1.11 We did not differentiate between the different roles performed by Dr Armstrong, since expense claims were made on a single basis through the parent entities. We did not consider it necessary to cover his role as trustee of the two superannuation schemes in our review.

What We Did

1.12 We asked our auditors of each of the three entities to:

- identify and document the terms of Dr Armstrong’s appointment, together with details of his approved benefits and entitlements;

- identify all expenses incurred by, or at the direction of, Dr Armstrong; and

- identify and document the entities’ internal policies and procedures relevant to the expenses.

1.13 We also asked the auditors to review the expenses and the supporting documentation, compare them against the entities’ stated policies and procedures, and ascertain the business purpose.

1.14 We aggregated details of the expenses into a database, which contained approximately 1200 transactions.

1.15 We subjected this combined data to additional analysis and checking. For example, we specifically looked for occasions of potential double claims – where more than one entity had met the same expenses.

1.16 We compiled a list of questions that we considered our analysis and checking raised, and that we considered should be addressed.

17 1.17 We met with Dr Armstrong and his legal adviser to obtain answers to those questions, and to establish his understanding of the business processes for incurring and processing the expenses.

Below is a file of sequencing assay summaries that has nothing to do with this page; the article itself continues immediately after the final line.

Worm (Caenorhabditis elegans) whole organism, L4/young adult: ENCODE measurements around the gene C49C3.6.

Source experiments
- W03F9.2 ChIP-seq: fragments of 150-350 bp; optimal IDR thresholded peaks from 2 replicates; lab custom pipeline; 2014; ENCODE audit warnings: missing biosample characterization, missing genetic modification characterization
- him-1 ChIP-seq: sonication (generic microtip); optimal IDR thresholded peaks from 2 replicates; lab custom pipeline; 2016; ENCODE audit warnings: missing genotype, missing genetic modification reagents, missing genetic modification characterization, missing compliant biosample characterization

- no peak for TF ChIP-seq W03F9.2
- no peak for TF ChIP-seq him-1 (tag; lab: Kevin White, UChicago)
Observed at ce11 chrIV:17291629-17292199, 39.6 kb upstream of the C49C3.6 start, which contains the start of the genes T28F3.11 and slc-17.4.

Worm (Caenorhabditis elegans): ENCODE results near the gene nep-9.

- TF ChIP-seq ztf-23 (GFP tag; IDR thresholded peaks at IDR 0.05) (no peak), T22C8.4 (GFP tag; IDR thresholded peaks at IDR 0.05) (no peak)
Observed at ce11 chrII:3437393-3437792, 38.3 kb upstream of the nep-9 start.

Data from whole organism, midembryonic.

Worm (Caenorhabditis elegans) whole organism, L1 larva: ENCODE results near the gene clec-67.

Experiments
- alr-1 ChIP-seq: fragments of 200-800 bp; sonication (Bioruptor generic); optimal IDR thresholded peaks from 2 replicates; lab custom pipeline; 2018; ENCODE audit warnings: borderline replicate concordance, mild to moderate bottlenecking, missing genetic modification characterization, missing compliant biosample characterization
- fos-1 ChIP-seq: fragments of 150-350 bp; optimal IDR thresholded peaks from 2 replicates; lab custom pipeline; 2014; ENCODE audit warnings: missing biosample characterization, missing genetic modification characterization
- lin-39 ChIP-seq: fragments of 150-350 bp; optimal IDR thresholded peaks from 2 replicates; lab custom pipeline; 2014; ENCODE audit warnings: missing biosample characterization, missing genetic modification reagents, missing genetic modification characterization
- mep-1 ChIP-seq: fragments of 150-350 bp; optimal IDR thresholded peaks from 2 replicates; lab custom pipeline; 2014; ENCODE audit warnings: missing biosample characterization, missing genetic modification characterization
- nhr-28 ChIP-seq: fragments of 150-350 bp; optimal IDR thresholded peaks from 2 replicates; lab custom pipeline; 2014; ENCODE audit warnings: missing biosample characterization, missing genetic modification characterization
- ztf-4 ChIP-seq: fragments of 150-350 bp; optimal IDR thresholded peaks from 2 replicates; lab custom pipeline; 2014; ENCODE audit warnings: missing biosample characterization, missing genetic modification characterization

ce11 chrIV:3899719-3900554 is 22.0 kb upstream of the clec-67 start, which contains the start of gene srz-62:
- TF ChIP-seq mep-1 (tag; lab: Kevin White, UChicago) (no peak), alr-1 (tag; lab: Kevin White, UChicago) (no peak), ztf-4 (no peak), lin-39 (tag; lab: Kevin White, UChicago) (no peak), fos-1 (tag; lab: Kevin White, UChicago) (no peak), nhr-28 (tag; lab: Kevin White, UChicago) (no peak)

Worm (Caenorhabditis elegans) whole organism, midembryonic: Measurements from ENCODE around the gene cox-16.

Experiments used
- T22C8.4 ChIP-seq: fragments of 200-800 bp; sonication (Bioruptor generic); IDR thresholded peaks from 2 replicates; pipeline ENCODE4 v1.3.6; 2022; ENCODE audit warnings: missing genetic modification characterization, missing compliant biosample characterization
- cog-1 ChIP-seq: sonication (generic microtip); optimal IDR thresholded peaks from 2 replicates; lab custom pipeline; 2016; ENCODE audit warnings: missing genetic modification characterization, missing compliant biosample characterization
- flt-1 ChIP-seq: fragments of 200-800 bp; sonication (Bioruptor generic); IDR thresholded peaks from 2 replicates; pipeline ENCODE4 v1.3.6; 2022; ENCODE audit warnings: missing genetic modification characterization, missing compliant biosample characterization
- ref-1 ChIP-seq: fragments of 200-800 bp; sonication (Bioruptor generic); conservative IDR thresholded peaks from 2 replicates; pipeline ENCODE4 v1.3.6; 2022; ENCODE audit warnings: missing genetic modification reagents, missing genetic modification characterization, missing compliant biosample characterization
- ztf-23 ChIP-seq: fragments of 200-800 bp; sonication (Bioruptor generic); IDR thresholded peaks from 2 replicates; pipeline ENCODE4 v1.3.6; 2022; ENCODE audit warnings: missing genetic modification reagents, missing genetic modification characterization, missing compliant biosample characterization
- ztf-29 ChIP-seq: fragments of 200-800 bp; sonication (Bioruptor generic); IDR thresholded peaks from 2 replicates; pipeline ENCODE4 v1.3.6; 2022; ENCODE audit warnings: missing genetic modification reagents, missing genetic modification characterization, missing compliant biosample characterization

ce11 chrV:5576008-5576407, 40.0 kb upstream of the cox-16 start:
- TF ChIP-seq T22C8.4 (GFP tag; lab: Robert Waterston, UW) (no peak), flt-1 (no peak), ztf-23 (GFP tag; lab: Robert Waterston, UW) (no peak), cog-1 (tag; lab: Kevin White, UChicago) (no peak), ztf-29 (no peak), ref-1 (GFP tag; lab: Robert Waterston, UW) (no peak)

1.18 We confirmed the results of our meeting with Dr Armstrong and provided the minutes to our auditors to identify any inconsistencies in our results.

1.19 In addition, we interviewed the Chief Executive Officer and General Counsel of TVNZ in respect of some specific issues.

1.20 We gave Dr Armstrong, the entities, the auditors, and some other affected parties an opportunity to comment on a draft of this report.

1.21 We received full co-operation from all the entities and from Dr Armstrong throughout the inquiry, and thank them all for their assistance.

Our Expectations

1.22 To assess whether the expenses incurred by, or at the direction of, Dr Armstrong were lawful and appropriate, we expected that the expenses would have:

- supporting documentation;

- a clear business purpose;

- approval by the relevant authority; and

- complied with the entity’s policies and procedures.

1.23 It is a matter of professional judgement whether a specific activity or transaction can be said to have been undertaken with proper authority. The judgement is primarily dependent upon the lawfulness of the purpose, although other factors – including the way in which the activity or transaction is carried out – can also be relevant.

1.24 In order to determine whether the expenses had lawful authority, we examined the supporting documentation to establish that:

- there was an explanation of the business purpose for the expenditure, and that the stated purpose was consistent with the activities of the entity; and

- the expenditure was approved by someone having the appropriate authority in accordance with the entity’s policies.